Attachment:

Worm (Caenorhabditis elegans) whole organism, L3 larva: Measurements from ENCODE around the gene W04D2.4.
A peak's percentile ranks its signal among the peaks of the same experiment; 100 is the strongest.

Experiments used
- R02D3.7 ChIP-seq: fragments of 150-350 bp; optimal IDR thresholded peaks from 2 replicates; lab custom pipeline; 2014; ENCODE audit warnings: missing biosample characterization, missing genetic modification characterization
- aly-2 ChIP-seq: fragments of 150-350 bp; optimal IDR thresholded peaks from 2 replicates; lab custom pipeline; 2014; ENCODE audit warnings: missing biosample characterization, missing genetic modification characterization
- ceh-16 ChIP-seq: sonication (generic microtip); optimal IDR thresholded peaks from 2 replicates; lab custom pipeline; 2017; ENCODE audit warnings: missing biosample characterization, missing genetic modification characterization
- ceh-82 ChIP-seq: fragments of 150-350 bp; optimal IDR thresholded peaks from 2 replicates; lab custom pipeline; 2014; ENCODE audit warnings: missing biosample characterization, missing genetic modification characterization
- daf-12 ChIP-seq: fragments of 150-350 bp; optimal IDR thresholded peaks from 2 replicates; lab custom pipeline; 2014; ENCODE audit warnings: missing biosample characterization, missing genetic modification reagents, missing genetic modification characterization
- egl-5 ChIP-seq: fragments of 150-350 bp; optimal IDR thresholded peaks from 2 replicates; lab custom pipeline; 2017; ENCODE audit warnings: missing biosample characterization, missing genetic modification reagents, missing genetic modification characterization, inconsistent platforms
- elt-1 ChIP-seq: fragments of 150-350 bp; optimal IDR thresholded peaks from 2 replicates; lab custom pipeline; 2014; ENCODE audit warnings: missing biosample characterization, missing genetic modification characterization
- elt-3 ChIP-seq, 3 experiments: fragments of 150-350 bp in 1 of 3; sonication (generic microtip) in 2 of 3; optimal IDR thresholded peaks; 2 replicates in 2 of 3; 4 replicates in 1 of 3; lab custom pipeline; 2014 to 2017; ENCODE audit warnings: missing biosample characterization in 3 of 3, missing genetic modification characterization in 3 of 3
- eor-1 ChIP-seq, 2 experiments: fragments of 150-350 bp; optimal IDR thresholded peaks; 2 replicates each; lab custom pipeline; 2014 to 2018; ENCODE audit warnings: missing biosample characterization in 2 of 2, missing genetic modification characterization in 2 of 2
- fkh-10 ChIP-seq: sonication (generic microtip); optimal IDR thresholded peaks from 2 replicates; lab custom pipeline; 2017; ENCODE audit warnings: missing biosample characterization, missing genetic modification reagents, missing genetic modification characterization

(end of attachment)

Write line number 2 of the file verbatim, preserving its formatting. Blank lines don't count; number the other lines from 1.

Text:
A peak's percentile ranks its signal among the peaks of the same experiment; 100 is the strongest.